Italy is launching financial incentives for foreign distributors to boost international theatrical circulation of local movies. This long-awaited attempt to open access to more screens for cinema Italiano and make it more competitive with other strongly promoted European films, such as those from France.
During Rome’s new MIA content mart the Italian government announced allocation of a new Euros 700,000 ($793,000) fund to support the international prints and advertising costs of Italian movies.
Incentives do not apply to the U.S., where Italian films are doing quite well.
Countries where distributors will be able to get the promotional coin are Japan, Taiwan, South Korea, Argentina, Israel, Mexico, Brazil, Australia, Canada, Russia and across all of Europe, if an Italo title has not already tapped into a similar EU subsidy.
Each Italian pic will be able to recoup no more than 30% of its P&A costs per country, with a Euros 30,000 ($33,000) cap. Feature films, docus and toons produced within the past two years, with a local theatrical distribution contract, are all eligible.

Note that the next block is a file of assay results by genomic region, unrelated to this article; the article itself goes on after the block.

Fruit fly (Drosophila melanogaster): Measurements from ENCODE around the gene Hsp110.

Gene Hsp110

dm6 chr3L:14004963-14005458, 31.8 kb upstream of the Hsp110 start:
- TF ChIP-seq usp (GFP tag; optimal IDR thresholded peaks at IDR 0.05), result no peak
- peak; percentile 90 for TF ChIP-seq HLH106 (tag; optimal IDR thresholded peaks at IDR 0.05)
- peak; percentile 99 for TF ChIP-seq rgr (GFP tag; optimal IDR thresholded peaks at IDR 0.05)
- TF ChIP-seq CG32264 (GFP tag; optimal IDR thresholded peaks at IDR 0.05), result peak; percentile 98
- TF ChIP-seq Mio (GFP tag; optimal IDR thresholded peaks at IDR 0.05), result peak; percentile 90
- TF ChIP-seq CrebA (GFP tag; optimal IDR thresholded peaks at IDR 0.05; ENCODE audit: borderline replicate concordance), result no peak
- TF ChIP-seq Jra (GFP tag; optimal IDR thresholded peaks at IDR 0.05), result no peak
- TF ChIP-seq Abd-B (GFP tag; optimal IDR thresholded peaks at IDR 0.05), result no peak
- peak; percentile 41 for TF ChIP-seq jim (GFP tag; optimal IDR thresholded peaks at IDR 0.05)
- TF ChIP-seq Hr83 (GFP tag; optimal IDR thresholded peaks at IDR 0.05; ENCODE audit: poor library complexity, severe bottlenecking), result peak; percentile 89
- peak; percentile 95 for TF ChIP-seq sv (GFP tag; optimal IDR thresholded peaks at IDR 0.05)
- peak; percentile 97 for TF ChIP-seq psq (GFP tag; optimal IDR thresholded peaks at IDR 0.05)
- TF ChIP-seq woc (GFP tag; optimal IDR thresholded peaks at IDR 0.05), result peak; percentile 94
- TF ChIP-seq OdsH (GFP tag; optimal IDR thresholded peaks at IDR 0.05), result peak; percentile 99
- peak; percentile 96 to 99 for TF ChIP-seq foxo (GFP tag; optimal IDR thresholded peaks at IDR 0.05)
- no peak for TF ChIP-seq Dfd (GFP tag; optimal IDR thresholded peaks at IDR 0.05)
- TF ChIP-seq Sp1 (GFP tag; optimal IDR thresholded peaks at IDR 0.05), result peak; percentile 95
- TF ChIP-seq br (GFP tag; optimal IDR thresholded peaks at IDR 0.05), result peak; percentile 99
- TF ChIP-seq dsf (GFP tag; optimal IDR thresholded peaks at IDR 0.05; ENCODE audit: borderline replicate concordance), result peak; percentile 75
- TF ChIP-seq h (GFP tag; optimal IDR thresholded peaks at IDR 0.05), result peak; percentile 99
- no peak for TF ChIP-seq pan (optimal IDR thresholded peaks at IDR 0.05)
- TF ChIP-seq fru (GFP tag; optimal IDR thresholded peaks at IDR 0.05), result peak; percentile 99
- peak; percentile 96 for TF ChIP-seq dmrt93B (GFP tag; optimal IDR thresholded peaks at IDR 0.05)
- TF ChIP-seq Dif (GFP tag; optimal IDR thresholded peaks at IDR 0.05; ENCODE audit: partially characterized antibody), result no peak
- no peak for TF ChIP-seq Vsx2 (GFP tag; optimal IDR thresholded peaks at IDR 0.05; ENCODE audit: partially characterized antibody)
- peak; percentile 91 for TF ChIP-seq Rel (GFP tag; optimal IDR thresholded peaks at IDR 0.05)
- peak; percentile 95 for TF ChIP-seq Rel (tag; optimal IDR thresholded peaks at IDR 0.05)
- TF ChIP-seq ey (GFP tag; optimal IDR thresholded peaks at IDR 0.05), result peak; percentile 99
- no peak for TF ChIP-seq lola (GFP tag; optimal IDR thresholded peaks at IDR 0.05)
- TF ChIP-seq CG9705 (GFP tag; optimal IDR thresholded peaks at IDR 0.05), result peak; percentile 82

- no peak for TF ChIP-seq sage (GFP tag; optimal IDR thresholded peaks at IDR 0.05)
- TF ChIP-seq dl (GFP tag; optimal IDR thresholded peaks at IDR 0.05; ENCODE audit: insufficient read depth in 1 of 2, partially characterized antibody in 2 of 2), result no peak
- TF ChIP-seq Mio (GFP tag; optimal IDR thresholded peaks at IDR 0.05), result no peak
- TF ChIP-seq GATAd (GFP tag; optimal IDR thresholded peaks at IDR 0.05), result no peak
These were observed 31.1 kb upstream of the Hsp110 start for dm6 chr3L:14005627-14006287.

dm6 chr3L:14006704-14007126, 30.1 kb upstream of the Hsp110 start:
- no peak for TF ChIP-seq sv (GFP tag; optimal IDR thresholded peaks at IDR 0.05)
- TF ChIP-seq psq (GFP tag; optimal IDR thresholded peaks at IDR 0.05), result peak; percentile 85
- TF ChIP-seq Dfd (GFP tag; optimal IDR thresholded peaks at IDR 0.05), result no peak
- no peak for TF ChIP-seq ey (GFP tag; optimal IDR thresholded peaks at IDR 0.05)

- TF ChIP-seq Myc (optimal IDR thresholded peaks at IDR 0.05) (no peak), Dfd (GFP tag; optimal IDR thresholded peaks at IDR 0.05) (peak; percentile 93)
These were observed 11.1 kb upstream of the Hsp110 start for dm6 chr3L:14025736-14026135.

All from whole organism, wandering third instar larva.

Titles picked up by foreign distributors from February 2015 going forward will be eligible. Pic must have had a regular full-fledged run in movie theatres for at least a week to qualify.
International sales companies selling Italian films and also an Italian committee comprising Italian national motion picture association Anica and state film promotion body Istituto Luce Cinecitta monitor and guarantee proper use the the fund.
Though no reliable recent figures are available, Italy currently exports a small portion of the roughly 200 films it produces annually. An even smaller portion of its movie exports systematically make it into global movie theaters, outside of a few territories, the top one being France.